Revised Sexual Assault Exam Guidelines Include Offering Victims Emergency Contraception


This week the Department of Justice released new sexual assault exam guidelines, updating a previous set from 2004. Unlike previous protocol, the new guidelines specify that rape victims are to be offered emergency contraception during the course of an exam.

The guidelines around offering emergency contraception reflect an approach intended to acknowledge and empower rape victims in the immediate aftermath of an assault, suggesting that a discussion of emergency contraception may be followed up with an immediate administration of medication or information that can be used in follow-up consultation with another health provider:

In cases of sexual assault, pregnancy is often an overwhelming and genuine fear. Therefore, discuss treatment options with patients, including emergency contraception. An immediate option is to offer hormone therapy (emergency contraception pills or EC). Another option is to forgo immediate treatment and have the patient follow-up with their primary care provider. Discuss options with the patient and information regarding the timeframe for emergency contraception provision, so she can make an informed decision. Inform the patient that the provision of any emergency contraception will not prevent sexually transmitted infections. The conversation with the patient should include a thorough discussion, including mechanism of action for each treatment option, side effects, dosing, and follow-up. This information should also be provided in writing in the preferred language of the patient, if possible.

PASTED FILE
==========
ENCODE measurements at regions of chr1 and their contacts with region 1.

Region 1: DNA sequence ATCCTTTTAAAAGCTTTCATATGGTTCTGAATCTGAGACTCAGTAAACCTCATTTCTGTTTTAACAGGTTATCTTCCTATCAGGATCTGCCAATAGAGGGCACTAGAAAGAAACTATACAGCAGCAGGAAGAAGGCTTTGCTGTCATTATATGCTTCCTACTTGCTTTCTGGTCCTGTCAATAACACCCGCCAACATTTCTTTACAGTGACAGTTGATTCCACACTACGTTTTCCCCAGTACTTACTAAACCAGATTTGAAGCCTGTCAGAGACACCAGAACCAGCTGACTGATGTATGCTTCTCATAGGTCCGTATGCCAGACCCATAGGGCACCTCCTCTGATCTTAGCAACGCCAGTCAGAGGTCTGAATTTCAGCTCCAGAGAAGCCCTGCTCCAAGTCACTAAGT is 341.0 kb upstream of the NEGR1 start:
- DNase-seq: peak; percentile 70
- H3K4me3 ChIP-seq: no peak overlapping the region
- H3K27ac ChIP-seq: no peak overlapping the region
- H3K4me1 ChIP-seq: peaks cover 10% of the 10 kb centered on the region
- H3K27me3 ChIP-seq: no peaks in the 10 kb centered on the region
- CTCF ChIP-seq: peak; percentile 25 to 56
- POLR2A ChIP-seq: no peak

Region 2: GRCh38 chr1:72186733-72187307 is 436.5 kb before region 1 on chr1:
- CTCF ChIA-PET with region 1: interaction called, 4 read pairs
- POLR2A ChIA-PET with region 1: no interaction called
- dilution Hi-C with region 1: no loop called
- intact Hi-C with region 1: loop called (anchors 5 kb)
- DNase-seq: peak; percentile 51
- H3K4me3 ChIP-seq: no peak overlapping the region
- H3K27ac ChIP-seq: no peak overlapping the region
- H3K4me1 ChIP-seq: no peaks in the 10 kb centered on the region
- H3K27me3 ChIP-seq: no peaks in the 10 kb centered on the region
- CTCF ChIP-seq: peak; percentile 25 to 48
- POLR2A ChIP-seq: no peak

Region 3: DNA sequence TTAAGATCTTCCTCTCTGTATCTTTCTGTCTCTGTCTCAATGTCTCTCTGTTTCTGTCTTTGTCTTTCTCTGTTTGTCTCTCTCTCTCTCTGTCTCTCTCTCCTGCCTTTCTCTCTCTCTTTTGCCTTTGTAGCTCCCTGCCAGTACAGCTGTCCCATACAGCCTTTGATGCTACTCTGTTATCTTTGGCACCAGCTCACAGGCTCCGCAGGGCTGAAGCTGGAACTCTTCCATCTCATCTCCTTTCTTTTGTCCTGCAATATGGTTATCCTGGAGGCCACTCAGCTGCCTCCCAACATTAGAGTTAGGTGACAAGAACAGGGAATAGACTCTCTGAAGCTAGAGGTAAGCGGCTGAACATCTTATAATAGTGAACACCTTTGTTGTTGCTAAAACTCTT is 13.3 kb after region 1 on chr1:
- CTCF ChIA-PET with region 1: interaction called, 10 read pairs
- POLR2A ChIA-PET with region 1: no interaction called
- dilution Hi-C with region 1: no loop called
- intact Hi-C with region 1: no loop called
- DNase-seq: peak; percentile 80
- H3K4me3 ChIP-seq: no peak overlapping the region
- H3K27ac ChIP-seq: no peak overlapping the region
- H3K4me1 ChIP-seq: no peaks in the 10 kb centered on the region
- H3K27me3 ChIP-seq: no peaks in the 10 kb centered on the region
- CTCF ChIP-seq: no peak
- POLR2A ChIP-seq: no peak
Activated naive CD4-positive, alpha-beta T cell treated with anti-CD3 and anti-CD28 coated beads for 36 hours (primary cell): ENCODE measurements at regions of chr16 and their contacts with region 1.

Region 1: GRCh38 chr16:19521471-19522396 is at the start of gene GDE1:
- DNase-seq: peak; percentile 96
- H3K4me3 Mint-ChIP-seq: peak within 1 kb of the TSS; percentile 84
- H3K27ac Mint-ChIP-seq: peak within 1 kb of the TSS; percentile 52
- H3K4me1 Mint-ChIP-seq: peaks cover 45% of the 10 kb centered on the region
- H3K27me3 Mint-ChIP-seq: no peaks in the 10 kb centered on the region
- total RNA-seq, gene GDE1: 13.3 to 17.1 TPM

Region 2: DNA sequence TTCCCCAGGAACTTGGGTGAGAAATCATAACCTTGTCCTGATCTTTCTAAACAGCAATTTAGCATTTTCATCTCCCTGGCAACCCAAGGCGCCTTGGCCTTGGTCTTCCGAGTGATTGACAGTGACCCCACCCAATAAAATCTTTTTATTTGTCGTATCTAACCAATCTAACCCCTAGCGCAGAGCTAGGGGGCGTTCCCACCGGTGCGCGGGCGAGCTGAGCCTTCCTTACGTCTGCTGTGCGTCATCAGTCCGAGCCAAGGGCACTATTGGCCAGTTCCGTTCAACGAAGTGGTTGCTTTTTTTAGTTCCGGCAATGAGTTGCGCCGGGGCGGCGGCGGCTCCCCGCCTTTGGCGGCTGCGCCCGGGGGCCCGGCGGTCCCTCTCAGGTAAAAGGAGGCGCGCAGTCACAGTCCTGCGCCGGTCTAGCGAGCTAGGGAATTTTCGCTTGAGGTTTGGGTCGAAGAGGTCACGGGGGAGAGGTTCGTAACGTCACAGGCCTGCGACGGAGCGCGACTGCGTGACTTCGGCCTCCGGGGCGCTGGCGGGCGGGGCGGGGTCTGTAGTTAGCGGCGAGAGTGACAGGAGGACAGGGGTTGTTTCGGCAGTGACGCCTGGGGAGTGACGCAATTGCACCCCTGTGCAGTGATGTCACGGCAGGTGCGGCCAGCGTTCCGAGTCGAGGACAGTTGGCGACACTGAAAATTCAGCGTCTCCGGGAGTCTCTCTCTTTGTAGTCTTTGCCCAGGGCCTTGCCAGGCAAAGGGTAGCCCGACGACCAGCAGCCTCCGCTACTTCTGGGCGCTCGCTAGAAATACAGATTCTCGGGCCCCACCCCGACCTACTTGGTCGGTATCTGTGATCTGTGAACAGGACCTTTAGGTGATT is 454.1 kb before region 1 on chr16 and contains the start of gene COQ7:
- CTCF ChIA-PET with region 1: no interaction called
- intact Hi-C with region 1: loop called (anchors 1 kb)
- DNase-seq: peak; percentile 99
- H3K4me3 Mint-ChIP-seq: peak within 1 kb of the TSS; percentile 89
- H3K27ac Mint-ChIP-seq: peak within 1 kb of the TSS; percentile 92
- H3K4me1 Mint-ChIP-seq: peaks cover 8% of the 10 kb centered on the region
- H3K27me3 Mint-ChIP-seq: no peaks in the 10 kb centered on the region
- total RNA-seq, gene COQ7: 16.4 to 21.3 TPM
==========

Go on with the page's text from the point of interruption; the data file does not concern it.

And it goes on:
Included are a workaround set of refusal instructions baked in for health-care providers refusing to offer the full range of constitutionally protected reproductive health care services to women. “In a case in which a provider refuses to offer certain forms of contraception for moral or religious reasons,” the guidelines state, “victims of sexual assault must receive information on how to access these services in a timely fashion.”

The guidelines further specify that facilities that don’t provide emergency contraception on-site are instructed to write prescriptions and provide a list of pharmacies that stock the medication. Practitioners who refuse to provide emergency contraception or write needed prescriptions are told, “It is recommended that the patient be given local referrals to medical facilities that can immediately assist with alternative treatment.”

The entire set of revised sexual assault exam standards are mandatory for federal prisons and the military, and offered as voluntary guidelines for hospitals and other medical facilities.

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  • http://www.facebook.com/ingrid.heimark.5 Ingrid Heimark

    An immediate option is to offer hormone therapy (emergency contraception pills or EC). Another option is to forgo immediate treatment and have the patient follow-up with their primary care provider.
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    Knowing the timeframe for EC to be effective, forgoing treatment should not be an option. If you don’t offer EC, don’t treat rape victims